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Turning Back the Clock


By Adrian Zupp

One of the things Peter enjoys most about his work is returning to happy hunting grounds. Places where he’s taken shots in the past and enjoyed special moments. For him, these places are inspirational and rarely let him down in getting yet another great shot.

“There’s something special about turning back the clock like that,” said Peter. “When we went up to Alaska to film for ‘From the Edge with Peter Lik’ we returned to a place I’d taken a photograph in 1984. It had changed a lot but it was definitely the place. I photographed it again and it’s hard to describe the feeling. A little bit eerie, I guess, but it was nostalgic too. My mind went back to ’84 when I was basically just starting out and there I was again. It really drove home how far I’ve come in my career.”

Also during the filming of his TV show, Peter returned to a location in Yosemite National Park where he took a photograph that was his first U.S. sale – to a company in San Francisco that used the image in a calendar.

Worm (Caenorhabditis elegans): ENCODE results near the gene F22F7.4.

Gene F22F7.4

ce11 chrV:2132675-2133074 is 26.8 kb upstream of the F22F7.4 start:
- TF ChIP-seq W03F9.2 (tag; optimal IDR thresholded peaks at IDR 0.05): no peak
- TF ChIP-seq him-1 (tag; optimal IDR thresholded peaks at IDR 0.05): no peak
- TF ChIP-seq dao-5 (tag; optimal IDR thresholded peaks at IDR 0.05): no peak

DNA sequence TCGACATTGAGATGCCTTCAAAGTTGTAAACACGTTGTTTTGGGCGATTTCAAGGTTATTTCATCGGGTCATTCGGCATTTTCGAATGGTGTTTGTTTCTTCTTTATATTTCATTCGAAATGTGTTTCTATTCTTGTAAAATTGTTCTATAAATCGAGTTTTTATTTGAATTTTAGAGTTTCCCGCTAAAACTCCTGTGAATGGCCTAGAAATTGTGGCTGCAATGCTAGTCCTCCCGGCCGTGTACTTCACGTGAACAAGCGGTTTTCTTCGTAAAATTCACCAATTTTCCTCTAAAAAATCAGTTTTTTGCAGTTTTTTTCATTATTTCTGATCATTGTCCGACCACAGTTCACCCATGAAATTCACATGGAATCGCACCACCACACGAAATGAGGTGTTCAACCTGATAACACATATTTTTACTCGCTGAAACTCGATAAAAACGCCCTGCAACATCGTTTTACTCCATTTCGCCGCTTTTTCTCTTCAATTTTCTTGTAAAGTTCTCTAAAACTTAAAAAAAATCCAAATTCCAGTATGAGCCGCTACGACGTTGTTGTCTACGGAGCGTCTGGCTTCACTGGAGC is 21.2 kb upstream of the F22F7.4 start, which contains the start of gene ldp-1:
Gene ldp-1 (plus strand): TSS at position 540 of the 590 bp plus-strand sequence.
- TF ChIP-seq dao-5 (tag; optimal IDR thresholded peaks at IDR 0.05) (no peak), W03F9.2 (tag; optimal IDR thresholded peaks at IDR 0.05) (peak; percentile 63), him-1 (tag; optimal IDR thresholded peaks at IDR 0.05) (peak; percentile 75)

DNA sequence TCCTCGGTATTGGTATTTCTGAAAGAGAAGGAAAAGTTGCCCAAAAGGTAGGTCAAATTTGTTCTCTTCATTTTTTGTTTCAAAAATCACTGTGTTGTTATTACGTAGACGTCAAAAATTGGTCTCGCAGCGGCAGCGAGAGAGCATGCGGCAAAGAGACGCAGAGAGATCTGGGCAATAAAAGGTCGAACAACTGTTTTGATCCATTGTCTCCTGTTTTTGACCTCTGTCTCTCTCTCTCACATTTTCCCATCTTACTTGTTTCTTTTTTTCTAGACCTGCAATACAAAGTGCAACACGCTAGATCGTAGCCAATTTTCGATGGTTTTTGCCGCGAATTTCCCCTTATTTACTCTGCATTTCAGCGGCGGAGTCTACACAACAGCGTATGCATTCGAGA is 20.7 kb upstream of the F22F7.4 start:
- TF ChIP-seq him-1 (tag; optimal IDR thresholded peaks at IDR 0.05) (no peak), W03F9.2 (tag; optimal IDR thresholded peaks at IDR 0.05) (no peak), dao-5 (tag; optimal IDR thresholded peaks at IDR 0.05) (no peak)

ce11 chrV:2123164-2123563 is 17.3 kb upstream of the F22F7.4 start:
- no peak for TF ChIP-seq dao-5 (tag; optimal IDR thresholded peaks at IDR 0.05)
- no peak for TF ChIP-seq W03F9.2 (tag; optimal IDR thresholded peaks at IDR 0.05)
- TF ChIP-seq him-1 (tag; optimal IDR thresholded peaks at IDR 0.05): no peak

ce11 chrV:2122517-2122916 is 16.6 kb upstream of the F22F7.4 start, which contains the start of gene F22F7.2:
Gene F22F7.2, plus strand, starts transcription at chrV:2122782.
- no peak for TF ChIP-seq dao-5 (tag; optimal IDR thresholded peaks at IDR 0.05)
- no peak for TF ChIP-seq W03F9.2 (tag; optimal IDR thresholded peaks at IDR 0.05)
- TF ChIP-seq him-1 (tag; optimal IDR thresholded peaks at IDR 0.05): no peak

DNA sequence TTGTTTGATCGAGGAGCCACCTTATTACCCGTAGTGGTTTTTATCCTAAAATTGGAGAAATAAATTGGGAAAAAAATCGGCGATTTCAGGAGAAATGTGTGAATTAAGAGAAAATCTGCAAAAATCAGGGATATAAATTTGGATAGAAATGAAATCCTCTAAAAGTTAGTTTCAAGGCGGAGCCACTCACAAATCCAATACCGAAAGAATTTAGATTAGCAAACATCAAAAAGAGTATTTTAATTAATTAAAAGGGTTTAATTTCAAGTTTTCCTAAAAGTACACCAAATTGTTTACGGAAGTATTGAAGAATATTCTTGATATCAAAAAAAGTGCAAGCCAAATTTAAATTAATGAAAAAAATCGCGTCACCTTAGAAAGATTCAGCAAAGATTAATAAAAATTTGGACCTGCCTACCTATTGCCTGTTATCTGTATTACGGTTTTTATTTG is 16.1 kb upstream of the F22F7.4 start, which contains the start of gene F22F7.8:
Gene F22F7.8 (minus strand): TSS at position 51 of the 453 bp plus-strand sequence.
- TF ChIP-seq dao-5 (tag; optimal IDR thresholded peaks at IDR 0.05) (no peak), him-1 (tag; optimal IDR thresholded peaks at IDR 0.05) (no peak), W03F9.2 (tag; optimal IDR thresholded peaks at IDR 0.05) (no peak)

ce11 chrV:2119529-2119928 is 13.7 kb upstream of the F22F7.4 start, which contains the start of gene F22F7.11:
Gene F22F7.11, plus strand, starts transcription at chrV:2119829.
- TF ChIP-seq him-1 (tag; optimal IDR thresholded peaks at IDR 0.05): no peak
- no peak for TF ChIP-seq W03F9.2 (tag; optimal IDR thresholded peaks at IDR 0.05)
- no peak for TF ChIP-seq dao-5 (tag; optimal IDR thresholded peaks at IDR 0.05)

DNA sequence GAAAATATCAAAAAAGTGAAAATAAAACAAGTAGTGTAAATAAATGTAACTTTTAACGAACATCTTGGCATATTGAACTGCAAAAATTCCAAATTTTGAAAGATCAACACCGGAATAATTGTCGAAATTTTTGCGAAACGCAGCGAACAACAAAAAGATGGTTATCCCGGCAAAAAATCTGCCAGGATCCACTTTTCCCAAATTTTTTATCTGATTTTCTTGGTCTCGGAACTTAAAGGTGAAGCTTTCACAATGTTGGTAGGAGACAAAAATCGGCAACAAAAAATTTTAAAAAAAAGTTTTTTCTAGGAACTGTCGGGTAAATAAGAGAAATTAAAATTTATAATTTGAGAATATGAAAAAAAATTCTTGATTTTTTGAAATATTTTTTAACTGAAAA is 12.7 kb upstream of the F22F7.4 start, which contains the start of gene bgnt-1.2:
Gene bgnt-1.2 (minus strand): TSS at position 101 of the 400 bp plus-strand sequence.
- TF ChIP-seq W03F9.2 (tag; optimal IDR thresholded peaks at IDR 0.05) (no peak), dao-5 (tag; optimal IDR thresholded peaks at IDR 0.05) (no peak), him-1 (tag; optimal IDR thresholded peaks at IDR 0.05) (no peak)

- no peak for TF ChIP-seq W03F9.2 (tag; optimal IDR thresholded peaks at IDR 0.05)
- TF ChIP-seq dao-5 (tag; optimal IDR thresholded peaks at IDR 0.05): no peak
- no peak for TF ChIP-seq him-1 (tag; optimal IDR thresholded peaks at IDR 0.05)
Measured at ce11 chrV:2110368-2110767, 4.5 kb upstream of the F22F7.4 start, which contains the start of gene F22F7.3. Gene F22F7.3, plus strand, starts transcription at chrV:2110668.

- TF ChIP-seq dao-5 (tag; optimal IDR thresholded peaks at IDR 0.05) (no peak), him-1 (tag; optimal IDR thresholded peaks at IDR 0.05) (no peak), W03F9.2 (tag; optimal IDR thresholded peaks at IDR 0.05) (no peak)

“It’s the same with Australia,” added Peter. “I’ve gone back to so many places – well known and not so well known – and photographed scenes years after I first went to those spots. You realize what a learning experience photography can be. You become more and more connected with the land, with different places. It happens with time. And that adds to how you appreciate your profession.”

And then there’s Antelope Canyon in Arizona: the place has provided a bounty of Lik masterworks, from the celebrated “Ghost” right up to his latest release “Eternal Beauty.”

“There’s that saying that you can go to the well once too often,” said Peter. “But Antelope is such a unique place that every time I go there I find something new. And it’s such a spiritual place. I don’t know how anyone could go there and not feel that vibe. Like a presence of the ancient spirits. It takes me to another level when I’m shooting there.”

Perhaps you have your own favorite locations. Or maybe it’s time you returned to your roots and re-shot places that you captured when you were starting out. Whatever the case, going back can show you how far forward you’ve come, and make you appreciate your craft all that much more.

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Posted on August 16, 2011 at 4:00 am

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